You won't see a referendum on your November ballot to overturn California's law giving transgender students the right to use public school restrooms and locker rooms of their choice.
The secretary of state says there aren't enough signatures to get a repeal measure in front of the votes because less than 488,000 signatures on petitions turned in were valid.
The backers of the effort to overturn the transgender law needed about 505,000 signatures.
Jeana Gleason with the referendum group says the fight is not over.
"It just doesn't make sense to be allowing boys and girls to be sharing private facilities like restrooms," she said.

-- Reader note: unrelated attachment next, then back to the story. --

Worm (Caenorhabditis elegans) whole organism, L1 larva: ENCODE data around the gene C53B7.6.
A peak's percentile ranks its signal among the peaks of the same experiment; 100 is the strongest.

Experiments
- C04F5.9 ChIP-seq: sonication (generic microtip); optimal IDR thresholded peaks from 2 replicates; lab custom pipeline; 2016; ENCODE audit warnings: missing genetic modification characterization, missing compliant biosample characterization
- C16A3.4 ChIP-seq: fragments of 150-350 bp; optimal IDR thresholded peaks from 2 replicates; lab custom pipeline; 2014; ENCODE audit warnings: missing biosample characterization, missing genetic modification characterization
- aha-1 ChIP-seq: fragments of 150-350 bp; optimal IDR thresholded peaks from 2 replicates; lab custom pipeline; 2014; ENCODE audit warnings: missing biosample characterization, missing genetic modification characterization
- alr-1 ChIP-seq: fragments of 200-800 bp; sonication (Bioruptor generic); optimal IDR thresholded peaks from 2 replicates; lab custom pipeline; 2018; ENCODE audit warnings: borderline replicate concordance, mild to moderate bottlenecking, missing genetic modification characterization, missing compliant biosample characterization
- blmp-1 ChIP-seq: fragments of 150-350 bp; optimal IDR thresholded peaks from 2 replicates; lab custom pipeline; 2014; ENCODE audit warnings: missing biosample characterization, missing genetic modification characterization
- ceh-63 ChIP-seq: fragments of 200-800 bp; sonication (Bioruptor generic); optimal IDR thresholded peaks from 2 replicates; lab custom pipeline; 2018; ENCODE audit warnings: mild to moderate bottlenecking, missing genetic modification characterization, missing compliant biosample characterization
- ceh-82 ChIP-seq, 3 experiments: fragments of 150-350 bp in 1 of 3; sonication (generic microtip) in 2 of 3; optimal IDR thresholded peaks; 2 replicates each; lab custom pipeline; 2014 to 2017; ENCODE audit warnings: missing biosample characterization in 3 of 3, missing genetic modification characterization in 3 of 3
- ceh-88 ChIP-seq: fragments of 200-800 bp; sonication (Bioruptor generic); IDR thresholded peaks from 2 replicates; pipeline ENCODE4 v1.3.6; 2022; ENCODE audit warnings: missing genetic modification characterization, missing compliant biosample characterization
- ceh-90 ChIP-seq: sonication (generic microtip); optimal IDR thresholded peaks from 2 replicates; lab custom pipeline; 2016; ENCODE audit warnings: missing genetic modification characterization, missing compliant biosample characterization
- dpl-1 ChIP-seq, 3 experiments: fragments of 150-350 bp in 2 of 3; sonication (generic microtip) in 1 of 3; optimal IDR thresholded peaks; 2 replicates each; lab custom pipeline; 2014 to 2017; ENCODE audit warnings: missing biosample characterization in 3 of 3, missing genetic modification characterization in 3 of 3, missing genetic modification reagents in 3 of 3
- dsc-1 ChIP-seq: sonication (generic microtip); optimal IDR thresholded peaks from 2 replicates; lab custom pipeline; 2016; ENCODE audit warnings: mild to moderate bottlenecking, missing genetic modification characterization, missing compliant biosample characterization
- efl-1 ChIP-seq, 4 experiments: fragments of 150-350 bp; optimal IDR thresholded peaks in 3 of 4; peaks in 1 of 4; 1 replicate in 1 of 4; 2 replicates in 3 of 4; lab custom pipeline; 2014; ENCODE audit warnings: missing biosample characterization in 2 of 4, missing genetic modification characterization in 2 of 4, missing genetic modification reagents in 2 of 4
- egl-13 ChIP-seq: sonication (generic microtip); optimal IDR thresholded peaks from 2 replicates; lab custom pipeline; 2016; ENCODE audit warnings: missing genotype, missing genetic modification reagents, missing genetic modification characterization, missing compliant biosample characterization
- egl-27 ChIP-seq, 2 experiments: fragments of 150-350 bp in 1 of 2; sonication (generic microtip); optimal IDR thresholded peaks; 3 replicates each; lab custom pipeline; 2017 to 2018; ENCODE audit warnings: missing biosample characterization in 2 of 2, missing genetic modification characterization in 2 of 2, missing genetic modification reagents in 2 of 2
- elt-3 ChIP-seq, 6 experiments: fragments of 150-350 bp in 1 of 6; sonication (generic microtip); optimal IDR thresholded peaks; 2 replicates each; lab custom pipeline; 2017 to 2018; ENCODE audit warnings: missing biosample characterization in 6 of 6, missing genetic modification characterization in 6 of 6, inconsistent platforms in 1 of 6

The law they want to get off the books took effect at the beginning of the year.
It guarantees students in grades K-12 the right to use the school facilities and to participate in the sex-segregated activities that correspond with their expressed genders.
If the referendum had qualified, the law would have been put on hold until after the election.